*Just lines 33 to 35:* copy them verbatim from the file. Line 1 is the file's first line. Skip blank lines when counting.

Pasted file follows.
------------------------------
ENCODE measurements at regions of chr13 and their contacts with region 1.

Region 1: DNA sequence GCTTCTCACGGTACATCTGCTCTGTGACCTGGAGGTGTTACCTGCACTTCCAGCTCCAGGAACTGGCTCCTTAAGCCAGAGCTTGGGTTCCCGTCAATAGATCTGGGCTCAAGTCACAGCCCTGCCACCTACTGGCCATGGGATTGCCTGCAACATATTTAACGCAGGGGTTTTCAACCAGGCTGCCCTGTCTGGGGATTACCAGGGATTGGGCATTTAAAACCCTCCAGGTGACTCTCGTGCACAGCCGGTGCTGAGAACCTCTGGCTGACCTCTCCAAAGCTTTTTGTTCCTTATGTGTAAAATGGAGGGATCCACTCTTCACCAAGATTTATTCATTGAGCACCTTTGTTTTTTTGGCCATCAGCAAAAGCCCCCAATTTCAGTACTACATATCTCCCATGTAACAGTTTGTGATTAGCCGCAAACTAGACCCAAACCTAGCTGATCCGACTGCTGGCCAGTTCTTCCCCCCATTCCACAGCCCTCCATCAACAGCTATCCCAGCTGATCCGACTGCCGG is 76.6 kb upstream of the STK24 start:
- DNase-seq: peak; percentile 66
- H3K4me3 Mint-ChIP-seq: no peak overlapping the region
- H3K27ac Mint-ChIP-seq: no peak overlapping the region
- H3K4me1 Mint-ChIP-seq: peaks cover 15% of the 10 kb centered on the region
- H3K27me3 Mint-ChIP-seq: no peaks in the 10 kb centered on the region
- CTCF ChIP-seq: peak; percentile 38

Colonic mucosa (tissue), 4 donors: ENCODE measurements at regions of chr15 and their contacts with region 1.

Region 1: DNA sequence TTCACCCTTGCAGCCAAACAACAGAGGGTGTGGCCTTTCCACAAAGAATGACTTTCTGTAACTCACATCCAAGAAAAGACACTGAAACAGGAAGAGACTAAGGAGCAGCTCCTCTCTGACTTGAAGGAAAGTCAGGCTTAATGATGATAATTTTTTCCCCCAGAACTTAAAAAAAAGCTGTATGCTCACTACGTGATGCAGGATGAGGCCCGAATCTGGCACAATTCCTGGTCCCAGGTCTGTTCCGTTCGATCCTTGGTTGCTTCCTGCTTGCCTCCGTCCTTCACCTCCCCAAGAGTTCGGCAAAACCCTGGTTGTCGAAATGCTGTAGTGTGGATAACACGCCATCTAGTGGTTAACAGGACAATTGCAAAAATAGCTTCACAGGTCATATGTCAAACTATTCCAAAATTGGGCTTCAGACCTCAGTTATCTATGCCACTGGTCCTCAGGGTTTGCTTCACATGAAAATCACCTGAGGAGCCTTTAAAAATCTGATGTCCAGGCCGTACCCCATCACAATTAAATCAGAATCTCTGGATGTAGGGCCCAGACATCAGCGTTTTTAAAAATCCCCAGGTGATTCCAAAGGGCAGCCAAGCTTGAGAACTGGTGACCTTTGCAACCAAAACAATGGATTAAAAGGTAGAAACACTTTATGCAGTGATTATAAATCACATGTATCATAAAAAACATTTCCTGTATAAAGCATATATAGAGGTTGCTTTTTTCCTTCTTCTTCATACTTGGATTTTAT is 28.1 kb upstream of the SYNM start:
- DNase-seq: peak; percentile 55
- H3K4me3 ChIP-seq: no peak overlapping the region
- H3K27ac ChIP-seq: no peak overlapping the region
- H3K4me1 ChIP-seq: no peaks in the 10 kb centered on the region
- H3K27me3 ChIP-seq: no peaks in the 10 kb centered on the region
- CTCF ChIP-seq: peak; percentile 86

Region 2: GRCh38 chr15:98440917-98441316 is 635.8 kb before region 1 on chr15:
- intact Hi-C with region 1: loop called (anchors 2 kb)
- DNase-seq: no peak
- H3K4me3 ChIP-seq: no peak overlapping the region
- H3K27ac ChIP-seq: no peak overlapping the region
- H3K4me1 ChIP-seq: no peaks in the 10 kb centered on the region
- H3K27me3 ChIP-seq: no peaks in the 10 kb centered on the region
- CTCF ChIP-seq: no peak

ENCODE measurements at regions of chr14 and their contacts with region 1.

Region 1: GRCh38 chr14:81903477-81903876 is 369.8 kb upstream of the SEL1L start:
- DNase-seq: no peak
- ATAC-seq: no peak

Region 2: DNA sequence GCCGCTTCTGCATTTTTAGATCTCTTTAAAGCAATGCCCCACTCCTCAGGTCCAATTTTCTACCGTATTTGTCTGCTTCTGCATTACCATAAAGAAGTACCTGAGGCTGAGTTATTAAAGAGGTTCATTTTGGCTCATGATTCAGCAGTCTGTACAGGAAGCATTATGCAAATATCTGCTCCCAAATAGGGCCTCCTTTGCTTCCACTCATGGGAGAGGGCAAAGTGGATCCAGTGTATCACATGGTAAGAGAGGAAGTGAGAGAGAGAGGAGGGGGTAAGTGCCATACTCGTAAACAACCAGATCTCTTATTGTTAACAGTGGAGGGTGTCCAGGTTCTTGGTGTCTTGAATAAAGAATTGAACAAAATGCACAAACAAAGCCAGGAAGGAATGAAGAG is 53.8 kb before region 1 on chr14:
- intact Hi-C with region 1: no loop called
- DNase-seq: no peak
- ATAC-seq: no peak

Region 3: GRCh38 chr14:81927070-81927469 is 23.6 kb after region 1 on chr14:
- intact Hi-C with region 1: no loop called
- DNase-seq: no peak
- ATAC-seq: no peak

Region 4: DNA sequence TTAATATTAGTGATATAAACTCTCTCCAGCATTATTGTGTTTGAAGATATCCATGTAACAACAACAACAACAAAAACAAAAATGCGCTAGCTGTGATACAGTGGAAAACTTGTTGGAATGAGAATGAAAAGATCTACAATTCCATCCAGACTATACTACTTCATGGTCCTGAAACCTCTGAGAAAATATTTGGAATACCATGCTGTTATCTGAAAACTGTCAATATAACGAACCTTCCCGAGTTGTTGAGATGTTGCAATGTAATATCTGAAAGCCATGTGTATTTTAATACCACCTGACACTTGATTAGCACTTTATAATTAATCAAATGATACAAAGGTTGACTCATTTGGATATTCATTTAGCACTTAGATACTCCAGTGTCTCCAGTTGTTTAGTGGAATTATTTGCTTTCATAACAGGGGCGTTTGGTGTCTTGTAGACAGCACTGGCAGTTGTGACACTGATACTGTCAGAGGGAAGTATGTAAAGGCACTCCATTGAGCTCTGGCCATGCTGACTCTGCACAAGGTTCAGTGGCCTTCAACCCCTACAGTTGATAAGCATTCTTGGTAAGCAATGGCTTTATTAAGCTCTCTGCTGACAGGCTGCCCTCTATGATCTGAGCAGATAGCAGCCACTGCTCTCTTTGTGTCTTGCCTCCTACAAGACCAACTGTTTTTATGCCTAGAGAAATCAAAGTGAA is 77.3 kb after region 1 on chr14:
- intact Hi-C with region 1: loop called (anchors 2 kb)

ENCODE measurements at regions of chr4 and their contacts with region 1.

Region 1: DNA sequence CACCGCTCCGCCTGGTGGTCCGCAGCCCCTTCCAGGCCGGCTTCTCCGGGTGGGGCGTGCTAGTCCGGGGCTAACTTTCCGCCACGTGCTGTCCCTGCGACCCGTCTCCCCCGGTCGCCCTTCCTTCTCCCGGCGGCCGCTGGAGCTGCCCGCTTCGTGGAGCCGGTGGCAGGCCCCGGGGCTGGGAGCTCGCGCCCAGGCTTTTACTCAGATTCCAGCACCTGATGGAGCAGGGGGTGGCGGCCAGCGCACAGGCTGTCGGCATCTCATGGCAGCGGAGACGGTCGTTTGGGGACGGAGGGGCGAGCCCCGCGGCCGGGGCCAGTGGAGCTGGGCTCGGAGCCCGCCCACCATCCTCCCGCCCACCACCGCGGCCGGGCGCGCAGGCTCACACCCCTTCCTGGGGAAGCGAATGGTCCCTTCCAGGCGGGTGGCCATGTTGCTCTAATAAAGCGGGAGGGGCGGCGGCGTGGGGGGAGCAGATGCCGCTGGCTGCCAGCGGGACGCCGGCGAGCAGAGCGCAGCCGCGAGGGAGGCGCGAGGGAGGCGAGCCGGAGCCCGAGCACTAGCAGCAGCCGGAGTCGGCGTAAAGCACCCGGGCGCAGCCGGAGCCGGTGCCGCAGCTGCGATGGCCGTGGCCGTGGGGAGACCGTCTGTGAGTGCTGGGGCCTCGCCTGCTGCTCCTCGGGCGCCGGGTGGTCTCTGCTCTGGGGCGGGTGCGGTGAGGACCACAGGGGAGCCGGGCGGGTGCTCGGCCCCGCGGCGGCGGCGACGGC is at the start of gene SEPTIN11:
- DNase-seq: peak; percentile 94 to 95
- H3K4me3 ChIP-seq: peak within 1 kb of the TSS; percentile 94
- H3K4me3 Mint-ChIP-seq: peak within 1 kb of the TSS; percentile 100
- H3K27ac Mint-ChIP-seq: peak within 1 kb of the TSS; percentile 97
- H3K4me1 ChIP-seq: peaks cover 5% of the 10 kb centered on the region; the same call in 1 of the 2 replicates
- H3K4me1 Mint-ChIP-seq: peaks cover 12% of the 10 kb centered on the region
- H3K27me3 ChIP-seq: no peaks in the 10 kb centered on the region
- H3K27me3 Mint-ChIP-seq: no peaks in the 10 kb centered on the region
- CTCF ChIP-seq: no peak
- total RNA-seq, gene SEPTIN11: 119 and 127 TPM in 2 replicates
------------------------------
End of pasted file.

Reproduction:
Region 3: GRCh38 chr14:81927070-81927469 is 23.6 kb after region 1 on chr14:
- intact Hi-C with region 1: no loop called
- DNase-seq: no peak